In terms of organic amendments, the addition of materials such as compost, straw, manure, humic compounds and biochar to salt-affected soils has shown potential in increasing crop production. Organic soil additives undergo breakdown processes, releasing CO2, H+ and organic acids (Kitila et al., 2020). Soil microorganisms absorb CO2 as soil organic carbon, while plant residues contribute to soil organic carbon through CO2 fixation during photosynthesis in the rhizosphere (Ontl and Schulte, 2012). The release of H+ from organic breakdown facilitates the solubilization of salts and carbonates and the subsequent solubilization of CaCO3 in calcareous soils releases calcium ions (Ca2+) for plant uptake and CO2 for soil organic carbon. Organic acids also contribute to soil mineralization. Application of organic amendments to saline soils has been found to improve soil electrical conductivity (EC) and pH, leading to enhanced maize growth compared to untreated control (Khatun et al., 2019). Organic amendments help control salt distribution in the rhizosphere, reducing soil evaporation, saltwater transport and salt accumulation in the root zone (Cuevas et al., 2019). Organic matter also chelates Ca2+ and Mg2+ in the soil solution, promoting their absorption by plants relative to Na+ and reducing SAR. Wheat straw application, similar to gypsum, has been shown to add Ca2+ and Mg2+ to the soil solution, making these cations more available for plant absorption (Wheaton et al., 2002). Additionally, the addition of organic manure to saline-irrigated soil has been found to increase the availability of nitrogen and potassium for tomato plants (Gómez et al., 1992).
Phytoremediation is a process used to remove, prevent the buildup of, or decompose potentially hazardous substances in the soil. It has been successfully employed for various contaminants, including metals, organic pollutants and even salt, offering a cost-effective approach (cost of treatment by using phytoremediation was found to be 5-13 times lesser than the chemical treatment (Raskin and Ensley, 2000) to soil remediation (Campos et al., 2008; Jesus et al., 2015; Mahar et al., 2016) as its ability to utilize natural processes, reduce the need for costly interventions and offer a sustainable, adaptable and environmentally friendly approach to soil remediation.
When it comes to salt-affected soils, the use of halophytic plants in  phyto-adaptation can be particularly beneficial. Halophytes are plant species adapted to thrive in high-salt environments. By utilizing these plants, landowners can reduce costs associated with soil remediation and minimize disturbance to the soil and the interconnected ecosystems (Jesus et al., 2015).
In phytoremediation applications, certain halophytes known as accumulators can be employed. These plants have the ability to accumulate and remove salt from the soil, making them effective in restoring salty and sodic soils (Jesus et al., 2015). However, the benefits of halophytic plants extend beyond salt removal. For instance, studies conducted with Leptochloa fusca L., a halophytic grass, have shown that it enhances salt leaching, leading to a reduction in soil salinity and sodicity. Leptochloa fusca, enhances salt leaching by absorbing, excreting and transporting salts from the soil to its leaves, where they can be washed away. This natural process, along with improved soil structure and microbial activity, collectively leads to a reduction in soil salinity and sodicity. The grass achieves this by releasing carbon dioxide from its roots, which contributes to a decrease in soil pH and by dissolving calcium carbonate (Akhter et al., 2003). By improving soil conditions through these mechanisms, halophytes can create a more favorable environment for plant growth. Furthermore, halophytes, like other plant species, contribute to an increase in organic matter content in the soil. This organic matter helps improve soil structure, water retention and nutrient availability, ultimately enhancing soil quality. Additionally, the incorporation of organic matter by halophytic plants aids in the sequestration of carbon in the soil, contributing to carbon storage and mitigating climate change (Jesus et al., 2015).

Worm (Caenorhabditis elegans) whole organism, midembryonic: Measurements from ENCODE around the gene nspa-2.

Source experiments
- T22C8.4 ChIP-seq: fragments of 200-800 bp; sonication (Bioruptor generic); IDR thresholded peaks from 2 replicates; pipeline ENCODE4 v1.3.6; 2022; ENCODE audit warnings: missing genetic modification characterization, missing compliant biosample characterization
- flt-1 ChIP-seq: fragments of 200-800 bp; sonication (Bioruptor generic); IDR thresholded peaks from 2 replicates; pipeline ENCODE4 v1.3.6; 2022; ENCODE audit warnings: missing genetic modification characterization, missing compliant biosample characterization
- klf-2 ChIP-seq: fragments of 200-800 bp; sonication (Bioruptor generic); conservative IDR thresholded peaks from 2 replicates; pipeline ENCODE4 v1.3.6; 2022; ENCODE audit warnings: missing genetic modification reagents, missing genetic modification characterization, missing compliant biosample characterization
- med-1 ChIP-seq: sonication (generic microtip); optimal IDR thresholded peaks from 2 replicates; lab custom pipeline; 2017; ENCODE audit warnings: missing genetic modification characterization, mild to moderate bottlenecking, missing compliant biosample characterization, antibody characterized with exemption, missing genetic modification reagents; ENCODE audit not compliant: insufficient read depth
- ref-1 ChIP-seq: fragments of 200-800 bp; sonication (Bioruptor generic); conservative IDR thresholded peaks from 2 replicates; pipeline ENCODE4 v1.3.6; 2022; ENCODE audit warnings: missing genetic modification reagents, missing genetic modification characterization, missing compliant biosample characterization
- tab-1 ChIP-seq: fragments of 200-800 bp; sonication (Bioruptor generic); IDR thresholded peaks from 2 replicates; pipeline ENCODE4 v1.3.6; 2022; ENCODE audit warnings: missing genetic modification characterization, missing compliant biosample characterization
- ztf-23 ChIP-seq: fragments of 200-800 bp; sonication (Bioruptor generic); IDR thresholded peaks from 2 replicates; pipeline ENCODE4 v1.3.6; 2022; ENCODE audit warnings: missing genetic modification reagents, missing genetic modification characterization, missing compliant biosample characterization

Various strategies have emerged as crucial tools for mitigating soil salinity and ensuring sustainable agriculture. Through the integration of physical, chemical and biological processes, these strategies offer a comprehensive approach to address the complex nature of soil salinity. By manipulating soil and water properties, improving irrigation practices, implementing efficient drainage systems and utilizing soil amendments, salt-tolerant crops and beneficial microorganisms, researchers and practitioners can effectively manage soil salinity and restore soil health. Efficient drainage systems have proven valuable in preventing waterlogging and facilitating salt leaching. Additionally, the application of soil amendments, the utilization of salt-tolerant crops and the use of microbial inoculants have shown promise in improving soil fertility, nutrient availability and plant tolerance to salinity stress. It is evident that a multidimensional approach, combining physical, chemical and biological processes, is essential for successful soil salinity mitigation. By tailoring these strategies to site-specific conditions and crop requirements, agricultural productivity can be improved while minimizing negative environmental impacts. Furthermore, ongoing research and innovation in this field hold the potential to further enhance the effectiveness and sustainability of anthropogenic strategies for soil salinity management.
All authors declare no conflicts of interest related to the submitted work.